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Symptom assessment in early psychosis: The use of well-established rating scales in clinical high-risk and recent-onset populations

Overview of attention for article published in Psychiatry Research, December 2014
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Title
Symptom assessment in early psychosis: The use of well-established rating scales in clinical high-risk and recent-onset populations
Published in
Psychiatry Research, December 2014
DOI 10.1016/j.psychres.2014.07.047
Pubmed ID
Authors

Daniel Fulford, Rahel Pearson, Barbara K. Stuart, Melissa Fisher, Daniel H. Mathalon, Sophia Vinogradov, Rachel L. Loewy

Abstract

Symptom assessment in early psychosis research typically relies on scales validated in chronic schizophrenia samples. Our goal was to inform investigators who are selecting symptom scales for early psychosis research. We described measure characteristics, baseline scores, and scale inter-relationships in clinical-high-risk (CHR) and recent-onset psychotic disorder (RO) samples using the Positive and Negative Syndrome Scale, Brief Psychiatric Rating Scale, Scale for the Assessment of Positive Symptoms, and Scale for the Assessment of Negative Symptoms; for the CHR group only, we included the Scale of Prodromal Symptoms. For investigators selecting symptom measures in intervention or longitudinal studies, we also examined the relationship of symptom scales with psychosocial functioning. In both samples, symptom subscales in the same domain, across measures, were moderately to highly intercorrelated. Within all measures, positive symptoms were not correlated with negative symptoms, but disorganized symptoms overlapped with both positive and negative symptoms. Functioning was significantly related to negative and disorganized, but not positive, symptoms in both samples on most measures. Findings suggest strong overlap in symptom severity ratings among the most common scales. In recent-onset samples, each has strengths and weaknesses. In CHR samples, they appear to add little information above and beyond the SOPS.

Twitter Demographics

The data shown below were collected from the profiles of 2 tweeters who shared this research output. Click here to find out more about how the information was compiled.

Mendeley readers

The data shown below were compiled from readership statistics for 66 Mendeley readers of this research output. Click here to see the associated Mendeley record.

Geographical breakdown

Country Count As %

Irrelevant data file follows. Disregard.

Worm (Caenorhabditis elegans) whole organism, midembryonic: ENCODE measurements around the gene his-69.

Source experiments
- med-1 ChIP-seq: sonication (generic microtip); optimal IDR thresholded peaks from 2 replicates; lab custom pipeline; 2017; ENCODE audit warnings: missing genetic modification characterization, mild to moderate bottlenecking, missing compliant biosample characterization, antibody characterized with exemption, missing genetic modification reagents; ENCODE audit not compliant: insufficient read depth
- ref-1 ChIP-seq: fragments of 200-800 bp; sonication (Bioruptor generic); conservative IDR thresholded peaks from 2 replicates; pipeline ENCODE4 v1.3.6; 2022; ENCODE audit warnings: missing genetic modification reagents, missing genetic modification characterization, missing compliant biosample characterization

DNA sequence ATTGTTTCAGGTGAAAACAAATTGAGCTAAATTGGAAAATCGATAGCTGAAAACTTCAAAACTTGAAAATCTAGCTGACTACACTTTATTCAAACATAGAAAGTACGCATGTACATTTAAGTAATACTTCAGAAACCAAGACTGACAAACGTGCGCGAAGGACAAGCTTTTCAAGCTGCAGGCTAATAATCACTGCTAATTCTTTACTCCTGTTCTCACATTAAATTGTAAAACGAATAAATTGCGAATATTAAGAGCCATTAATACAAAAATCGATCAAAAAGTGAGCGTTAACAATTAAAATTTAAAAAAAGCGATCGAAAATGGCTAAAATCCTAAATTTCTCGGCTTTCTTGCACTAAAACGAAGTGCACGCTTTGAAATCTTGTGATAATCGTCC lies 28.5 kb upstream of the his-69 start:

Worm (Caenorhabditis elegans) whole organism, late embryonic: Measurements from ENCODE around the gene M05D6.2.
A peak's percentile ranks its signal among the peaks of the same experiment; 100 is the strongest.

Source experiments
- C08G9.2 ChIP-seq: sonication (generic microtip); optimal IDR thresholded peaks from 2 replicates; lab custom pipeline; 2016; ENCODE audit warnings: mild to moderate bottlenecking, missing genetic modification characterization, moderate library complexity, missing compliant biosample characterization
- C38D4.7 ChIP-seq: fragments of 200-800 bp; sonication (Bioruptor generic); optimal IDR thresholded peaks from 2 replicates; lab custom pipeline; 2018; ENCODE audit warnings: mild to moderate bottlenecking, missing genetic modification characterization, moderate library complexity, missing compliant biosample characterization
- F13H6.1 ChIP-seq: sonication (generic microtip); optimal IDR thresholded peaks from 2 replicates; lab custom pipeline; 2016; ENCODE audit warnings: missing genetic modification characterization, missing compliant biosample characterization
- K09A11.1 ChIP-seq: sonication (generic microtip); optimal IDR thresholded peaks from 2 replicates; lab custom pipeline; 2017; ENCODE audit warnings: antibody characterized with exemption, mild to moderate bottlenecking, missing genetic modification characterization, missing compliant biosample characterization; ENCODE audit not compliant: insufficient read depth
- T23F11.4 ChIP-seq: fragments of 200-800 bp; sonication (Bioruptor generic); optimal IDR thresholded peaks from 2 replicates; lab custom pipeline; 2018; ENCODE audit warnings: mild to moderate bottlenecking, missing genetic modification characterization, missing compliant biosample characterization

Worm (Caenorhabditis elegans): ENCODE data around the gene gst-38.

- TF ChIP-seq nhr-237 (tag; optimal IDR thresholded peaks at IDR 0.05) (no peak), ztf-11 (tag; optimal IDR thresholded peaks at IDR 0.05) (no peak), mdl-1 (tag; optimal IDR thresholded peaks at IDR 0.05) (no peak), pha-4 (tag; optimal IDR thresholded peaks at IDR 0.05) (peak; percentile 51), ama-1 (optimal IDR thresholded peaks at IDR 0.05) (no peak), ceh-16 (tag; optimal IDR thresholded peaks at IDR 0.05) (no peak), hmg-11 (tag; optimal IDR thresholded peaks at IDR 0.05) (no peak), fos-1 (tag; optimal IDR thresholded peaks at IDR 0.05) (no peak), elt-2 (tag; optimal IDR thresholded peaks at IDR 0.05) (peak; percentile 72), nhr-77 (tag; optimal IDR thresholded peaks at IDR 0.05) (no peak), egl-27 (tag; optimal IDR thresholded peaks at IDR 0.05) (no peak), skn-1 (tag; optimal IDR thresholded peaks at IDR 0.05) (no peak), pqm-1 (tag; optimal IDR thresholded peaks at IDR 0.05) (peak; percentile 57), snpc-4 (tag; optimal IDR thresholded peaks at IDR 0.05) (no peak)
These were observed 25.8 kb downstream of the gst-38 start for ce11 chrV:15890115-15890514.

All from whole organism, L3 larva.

Canada 2 3%
United States 1 2%
Unknown 63 95%

Demographic breakdown

Readers by professional status Count As %
Student > Ph. D. Student 14 21%
Researcher 12 18%
Student > Master 10 15%
Student > Doctoral Student 7 11%
Student > Bachelor 5 8%
Other 13 20%
Unknown 5 8%
Readers by discipline Count As %
Psychology 26 39%
Medicine and Dentistry 23 35%
Neuroscience 3 5%
Social Sciences 1 2%
Nursing and Health Professions 1 2%
Other 2 3%
Unknown 10 15%

Attention Score in Context

This research output has an Altmetric Attention Score of 1. This is our high-level measure of the quality and quantity of online attention that it has received. This Attention Score, as well as the ranking and number of research outputs shown below, was calculated when the research output was last mentioned on 09 October 2014.
All research outputs
#9,238,167
of 12,018,811 outputs
Outputs from Psychiatry Research
#3,037
of 4,486 outputs
Outputs of similar age
#134,219
of 216,947 outputs
Outputs of similar age from Psychiatry Research
#43
of 70 outputs
Altmetric has tracked 12,018,811 research outputs across all sources so far. This one is in the 19th percentile – i.e., 19% of other outputs scored the same or lower than it.
So far Altmetric has tracked 4,486 research outputs from this source. They typically receive a little more attention than average, with a mean Attention Score of 5.2. This one is in the 26th percentile – i.e., 26% of its peers scored the same or lower than it.
Older research outputs will score higher simply because they've had more time to accumulate mentions. To account for age we can compare this Altmetric Attention Score to the 216,947 tracked outputs that were published within six weeks on either side of this one in any source. This one is in the 32nd percentile – i.e., 32% of its contemporaries scored the same or lower than it.
We're also able to compare this research output to 70 others from the same source and published within six weeks on either side of this one. This one is in the 28th percentile – i.e., 28% of its contemporaries scored the same or lower than it.